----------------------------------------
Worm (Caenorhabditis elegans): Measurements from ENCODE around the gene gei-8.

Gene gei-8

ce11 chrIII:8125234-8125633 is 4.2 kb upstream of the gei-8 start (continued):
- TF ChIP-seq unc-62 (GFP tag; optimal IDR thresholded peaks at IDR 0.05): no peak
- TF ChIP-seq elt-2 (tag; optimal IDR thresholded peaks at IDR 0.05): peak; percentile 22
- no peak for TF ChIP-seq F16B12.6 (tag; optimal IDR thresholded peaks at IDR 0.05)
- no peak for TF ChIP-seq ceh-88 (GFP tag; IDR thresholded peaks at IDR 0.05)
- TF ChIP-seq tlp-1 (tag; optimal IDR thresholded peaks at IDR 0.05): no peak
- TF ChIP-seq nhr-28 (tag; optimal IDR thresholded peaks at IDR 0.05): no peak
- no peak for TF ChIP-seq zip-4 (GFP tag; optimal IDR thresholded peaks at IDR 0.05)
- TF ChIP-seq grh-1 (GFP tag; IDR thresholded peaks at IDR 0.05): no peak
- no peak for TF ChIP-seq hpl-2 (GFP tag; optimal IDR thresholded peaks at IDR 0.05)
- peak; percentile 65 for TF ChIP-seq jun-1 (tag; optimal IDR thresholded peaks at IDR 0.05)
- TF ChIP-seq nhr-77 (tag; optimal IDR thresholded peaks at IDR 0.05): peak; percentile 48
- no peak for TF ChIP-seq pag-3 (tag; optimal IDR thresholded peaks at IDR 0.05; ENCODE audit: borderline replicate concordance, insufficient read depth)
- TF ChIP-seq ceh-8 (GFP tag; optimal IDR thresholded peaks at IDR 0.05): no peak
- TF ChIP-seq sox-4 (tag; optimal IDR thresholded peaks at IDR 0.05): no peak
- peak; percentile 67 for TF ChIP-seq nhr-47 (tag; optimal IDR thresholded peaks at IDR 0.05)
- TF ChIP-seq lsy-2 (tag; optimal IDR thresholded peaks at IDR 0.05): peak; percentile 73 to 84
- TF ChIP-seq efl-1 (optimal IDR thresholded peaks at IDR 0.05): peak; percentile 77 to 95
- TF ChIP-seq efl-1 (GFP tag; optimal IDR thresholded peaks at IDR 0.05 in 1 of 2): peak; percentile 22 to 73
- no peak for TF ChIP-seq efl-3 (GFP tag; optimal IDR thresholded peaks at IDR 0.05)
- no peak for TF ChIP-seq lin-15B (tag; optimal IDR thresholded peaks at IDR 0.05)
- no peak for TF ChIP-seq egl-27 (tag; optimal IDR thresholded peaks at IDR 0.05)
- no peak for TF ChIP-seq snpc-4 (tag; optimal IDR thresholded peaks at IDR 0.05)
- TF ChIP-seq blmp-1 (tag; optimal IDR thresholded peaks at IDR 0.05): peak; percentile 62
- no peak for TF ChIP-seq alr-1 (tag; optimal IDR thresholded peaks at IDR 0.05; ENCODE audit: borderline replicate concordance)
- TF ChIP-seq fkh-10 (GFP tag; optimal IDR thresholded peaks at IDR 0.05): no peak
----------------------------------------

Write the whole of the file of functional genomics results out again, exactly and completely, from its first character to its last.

Worm (Caenorhabditis elegans): Measurements from ENCODE around the gene gei-8.

Gene gei-8

ce11 chrIII:8125234-8125633 is 4.2 kb upstream of the gei-8 start (continued):
- TF ChIP-seq unc-62 (GFP tag; optimal IDR thresholded peaks at IDR 0.05): no peak
- TF ChIP-seq elt-2 (tag; optimal IDR thresholded peaks at IDR 0.05): peak; percentile 22
- no peak for TF ChIP-seq F16B12.6 (tag; optimal IDR thresholded peaks at IDR 0.05)
- no peak for TF ChIP-seq ceh-88 (GFP tag; IDR thresholded peaks at IDR 0.05)
- TF ChIP-seq tlp-1 (tag; optimal IDR thresholded peaks at IDR 0.05): no peak
- TF ChIP-seq nhr-28 (tag; optimal IDR thresholded peaks at IDR 0.05): no peak
- no peak for TF ChIP-seq zip-4 (GFP tag; optimal IDR thresholded peaks at IDR 0.05)
- TF ChIP-seq grh-1 (GFP tag; IDR thresholded peaks at IDR 0.05): no peak
- no peak for TF ChIP-seq hpl-2 (GFP tag; optimal IDR thresholded peaks at IDR 0.05)
- peak; percentile 65 for TF ChIP-seq jun-1 (tag; optimal IDR thresholded peaks at IDR 0.05)
- TF ChIP-seq nhr-77 (tag; optimal IDR thresholded peaks at IDR 0.05): peak; percentile 48
- no peak for TF ChIP-seq pag-3 (tag; optimal IDR thresholded peaks at IDR 0.05; ENCODE audit: borderline replicate concordance, insufficient read depth)
- TF ChIP-seq ceh-8 (GFP tag; optimal IDR thresholded peaks at IDR 0.05): no peak
- TF ChIP-seq sox-4 (tag; optimal IDR thresholded peaks at IDR 0.05): no peak
- peak; percentile 67 for TF ChIP-seq nhr-47 (tag; optimal IDR thresholded peaks at IDR 0.05)
- TF ChIP-seq lsy-2 (tag; optimal IDR thresholded peaks at IDR 0.05): peak; percentile 73 to 84
- TF ChIP-seq efl-1 (optimal IDR thresholded peaks at IDR 0.05): peak; percentile 77 to 95
- TF ChIP-seq efl-1 (GFP tag; optimal IDR thresholded peaks at IDR 0.05 in 1 of 2): peak; percentile 22 to 73
- no peak for TF ChIP-seq efl-3 (GFP tag; optimal IDR thresholded peaks at IDR 0.05)
- no peak for TF ChIP-seq lin-15B (tag; optimal IDR thresholded peaks at IDR 0.05)
- no peak for TF ChIP-seq egl-27 (tag; optimal IDR thresholded peaks at IDR 0.05)
- no peak for TF ChIP-seq snpc-4 (tag; optimal IDR thresholded peaks at IDR 0.05)
- TF ChIP-seq blmp-1 (tag; optimal IDR thresholded peaks at IDR 0.05): peak; percentile 62
- no peak for TF ChIP-seq alr-1 (tag; optimal IDR thresholded peaks at IDR 0.05; ENCODE audit: borderline replicate concordance)
- TF ChIP-seq fkh-10 (GFP tag; optimal IDR thresholded peaks at IDR 0.05): no peak